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Wednesday

 

MS progression worse in patients who smoke


























Image Source: CIKER

People who continued to smoke after a diagnosis of multiple sclerosis experienced accelerated disease progression compared with smokers who quit after their MS diagnosis, and reached secondary progressive (SP) disease at a younger age than quitters, according to a study* published today in JAMA Neurology. Its authors said that, as a result, patients should be encouraged to quit smoking even after an MS diagnosis.

Smoking is a known risk factor for MS – about 60% of newly diagnosed MS patients are smokers – but its effect on disease progression was not known. Researchers led from the Karolinska Institutet in Stockholm studied 728 people who were smokers at the time of MS diagnosis, of whom 216 converted to SP during follow up. They compared the health of 118 ‘quitters’ who stopped smoking in the year of diagnosis, with the health of 332 ‘continuers’ who carried on smoking; and also with that of 1,012 never-smokers.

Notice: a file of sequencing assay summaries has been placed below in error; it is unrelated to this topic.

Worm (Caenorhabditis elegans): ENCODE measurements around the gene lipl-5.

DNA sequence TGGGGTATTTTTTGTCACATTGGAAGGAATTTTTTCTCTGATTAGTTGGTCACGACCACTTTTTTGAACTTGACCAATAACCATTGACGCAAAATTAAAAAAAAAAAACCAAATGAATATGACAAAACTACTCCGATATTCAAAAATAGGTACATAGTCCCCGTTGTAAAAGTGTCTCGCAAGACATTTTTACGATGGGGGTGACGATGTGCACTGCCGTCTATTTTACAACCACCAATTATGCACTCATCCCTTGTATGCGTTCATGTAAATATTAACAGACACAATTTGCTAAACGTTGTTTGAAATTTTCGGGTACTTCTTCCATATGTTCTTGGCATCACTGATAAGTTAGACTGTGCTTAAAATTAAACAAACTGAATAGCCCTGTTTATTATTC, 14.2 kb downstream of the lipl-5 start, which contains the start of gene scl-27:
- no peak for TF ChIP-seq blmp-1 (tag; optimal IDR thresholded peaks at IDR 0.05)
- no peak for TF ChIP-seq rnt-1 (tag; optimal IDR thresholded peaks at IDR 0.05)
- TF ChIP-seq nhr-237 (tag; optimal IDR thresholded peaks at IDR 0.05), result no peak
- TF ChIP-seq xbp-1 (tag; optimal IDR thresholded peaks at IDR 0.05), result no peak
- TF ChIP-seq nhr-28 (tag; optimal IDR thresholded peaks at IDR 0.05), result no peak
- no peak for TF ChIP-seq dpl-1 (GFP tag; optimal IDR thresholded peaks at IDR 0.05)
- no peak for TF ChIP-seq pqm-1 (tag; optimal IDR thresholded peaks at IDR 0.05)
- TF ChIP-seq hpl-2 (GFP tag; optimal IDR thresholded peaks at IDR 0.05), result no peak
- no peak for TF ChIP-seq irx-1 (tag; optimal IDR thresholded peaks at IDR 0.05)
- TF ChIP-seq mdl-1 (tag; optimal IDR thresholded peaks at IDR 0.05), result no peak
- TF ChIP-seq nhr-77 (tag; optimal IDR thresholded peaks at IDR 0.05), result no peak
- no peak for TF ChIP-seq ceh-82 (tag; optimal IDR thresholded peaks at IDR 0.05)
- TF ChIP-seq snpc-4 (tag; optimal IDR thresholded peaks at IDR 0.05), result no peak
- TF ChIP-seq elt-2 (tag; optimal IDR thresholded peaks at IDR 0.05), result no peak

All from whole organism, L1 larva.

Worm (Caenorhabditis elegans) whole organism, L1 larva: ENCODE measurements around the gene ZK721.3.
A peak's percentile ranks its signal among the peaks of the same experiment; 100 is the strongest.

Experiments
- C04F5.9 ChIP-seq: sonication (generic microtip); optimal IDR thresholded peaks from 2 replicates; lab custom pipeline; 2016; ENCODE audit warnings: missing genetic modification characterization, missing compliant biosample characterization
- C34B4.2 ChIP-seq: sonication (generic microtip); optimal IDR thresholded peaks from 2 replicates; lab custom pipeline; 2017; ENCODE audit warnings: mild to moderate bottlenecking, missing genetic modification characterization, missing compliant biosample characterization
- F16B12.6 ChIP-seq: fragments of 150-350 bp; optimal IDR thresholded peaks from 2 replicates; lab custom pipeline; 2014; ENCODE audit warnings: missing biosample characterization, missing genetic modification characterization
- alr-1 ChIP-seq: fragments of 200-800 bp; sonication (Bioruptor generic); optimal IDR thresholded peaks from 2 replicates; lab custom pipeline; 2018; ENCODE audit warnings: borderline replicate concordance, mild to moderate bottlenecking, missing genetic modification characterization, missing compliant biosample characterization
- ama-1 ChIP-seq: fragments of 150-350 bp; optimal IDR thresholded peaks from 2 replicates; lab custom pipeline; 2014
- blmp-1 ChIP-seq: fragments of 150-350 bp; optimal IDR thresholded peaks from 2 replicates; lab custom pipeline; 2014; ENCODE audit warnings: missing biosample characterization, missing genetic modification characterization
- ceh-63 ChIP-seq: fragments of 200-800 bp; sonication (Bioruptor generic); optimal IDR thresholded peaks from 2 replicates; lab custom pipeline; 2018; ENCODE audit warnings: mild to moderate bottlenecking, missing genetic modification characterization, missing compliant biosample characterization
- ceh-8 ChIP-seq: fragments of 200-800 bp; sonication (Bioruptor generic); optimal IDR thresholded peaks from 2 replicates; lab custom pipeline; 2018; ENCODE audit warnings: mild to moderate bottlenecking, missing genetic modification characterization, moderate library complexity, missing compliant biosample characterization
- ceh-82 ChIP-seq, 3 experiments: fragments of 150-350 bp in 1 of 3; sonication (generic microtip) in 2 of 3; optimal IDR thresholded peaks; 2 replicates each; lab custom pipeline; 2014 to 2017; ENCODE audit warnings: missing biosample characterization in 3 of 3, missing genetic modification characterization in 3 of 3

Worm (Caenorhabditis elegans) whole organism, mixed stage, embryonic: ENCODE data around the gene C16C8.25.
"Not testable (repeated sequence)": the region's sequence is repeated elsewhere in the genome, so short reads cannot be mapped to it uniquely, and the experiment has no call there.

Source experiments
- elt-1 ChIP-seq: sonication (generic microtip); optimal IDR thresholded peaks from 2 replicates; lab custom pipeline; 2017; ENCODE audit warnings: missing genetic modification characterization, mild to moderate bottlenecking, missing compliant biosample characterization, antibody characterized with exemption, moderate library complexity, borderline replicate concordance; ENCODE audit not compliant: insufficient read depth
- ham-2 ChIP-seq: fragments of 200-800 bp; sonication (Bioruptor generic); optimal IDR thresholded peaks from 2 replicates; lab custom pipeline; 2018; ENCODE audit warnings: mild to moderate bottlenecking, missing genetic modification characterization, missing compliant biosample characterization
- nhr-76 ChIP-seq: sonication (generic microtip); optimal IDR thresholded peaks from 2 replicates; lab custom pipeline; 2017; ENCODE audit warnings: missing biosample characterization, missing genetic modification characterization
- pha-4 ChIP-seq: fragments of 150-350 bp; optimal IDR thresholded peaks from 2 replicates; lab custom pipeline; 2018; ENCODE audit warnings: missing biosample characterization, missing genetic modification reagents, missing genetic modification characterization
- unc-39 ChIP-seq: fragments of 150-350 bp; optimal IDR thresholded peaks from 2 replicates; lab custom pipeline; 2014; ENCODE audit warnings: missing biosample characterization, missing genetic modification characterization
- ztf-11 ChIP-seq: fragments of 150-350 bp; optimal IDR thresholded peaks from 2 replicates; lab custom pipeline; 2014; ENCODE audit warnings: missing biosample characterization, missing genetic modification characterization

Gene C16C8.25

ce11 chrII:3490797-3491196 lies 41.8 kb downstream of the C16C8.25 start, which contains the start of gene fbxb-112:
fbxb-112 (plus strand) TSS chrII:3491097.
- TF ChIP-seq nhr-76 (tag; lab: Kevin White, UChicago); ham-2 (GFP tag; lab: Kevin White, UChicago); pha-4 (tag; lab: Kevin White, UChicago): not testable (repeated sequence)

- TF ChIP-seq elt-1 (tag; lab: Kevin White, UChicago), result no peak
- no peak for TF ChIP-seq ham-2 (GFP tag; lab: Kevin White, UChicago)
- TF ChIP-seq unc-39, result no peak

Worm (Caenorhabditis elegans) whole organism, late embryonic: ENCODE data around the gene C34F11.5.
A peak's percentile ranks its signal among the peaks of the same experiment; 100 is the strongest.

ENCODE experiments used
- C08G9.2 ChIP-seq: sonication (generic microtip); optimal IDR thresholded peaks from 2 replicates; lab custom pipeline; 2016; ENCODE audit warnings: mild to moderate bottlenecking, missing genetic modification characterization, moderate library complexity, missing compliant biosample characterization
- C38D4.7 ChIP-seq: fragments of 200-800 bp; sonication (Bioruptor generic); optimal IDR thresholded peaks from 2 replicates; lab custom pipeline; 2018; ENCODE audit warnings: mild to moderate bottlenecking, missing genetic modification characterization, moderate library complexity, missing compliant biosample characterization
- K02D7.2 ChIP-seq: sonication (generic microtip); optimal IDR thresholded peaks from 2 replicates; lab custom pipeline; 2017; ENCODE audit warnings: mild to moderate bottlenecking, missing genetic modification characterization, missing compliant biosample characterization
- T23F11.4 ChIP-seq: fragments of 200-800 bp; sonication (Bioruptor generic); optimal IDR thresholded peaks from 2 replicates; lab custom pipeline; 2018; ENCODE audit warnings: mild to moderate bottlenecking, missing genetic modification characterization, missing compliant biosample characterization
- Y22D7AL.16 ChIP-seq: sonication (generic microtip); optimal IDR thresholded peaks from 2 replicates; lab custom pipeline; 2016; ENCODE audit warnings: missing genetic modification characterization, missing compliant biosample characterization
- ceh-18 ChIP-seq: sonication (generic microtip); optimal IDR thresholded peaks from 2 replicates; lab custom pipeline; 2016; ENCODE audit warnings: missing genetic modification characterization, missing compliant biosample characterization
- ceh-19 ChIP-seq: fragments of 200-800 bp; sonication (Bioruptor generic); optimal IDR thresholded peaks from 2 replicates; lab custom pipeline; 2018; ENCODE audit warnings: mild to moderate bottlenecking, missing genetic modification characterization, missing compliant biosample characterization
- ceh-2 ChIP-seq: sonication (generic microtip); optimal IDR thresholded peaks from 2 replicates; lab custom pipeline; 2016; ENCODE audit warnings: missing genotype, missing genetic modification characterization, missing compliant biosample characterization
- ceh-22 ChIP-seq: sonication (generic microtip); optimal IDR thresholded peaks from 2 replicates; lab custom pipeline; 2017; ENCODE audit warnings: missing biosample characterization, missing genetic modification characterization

The study authors found that time to SP conversion was accelerated by 4.7% for every additional year of smoking after MS diagnosis. People who carried on smoking converted to SP at the age of 48, on average, compared with 56 years old in people who had quit.

They said: “This study demonstrates that smoking after MS diagnosis has a negative impact on the progression of the disease, whereas reduced smoking may improve patient quality of life, with more years before the development of SP disease. Accordingly, evidence clearly supports advising patients with MS who smoke to quit. Health care services for patients with MS should be organised to support such a lifestyle change.”

However, they did point out that it was impossible to rule out all other confounding factors. The authors of a related commentary** said: “This study adds to the important research demonstrating that smoking is an important modifiable risk factor in MS. Most importantly, it provides the first evidence, to our knowledge, that quitting smoking appears to delay onset of secondary progressive MS and provide protective benefit. Therefore, even after MS diagnosis, smoking is a risk factor worth modifying.”

Story Source: The above story is based on materials provided by ONMEDICA
Note: Materials may be edited for content and length

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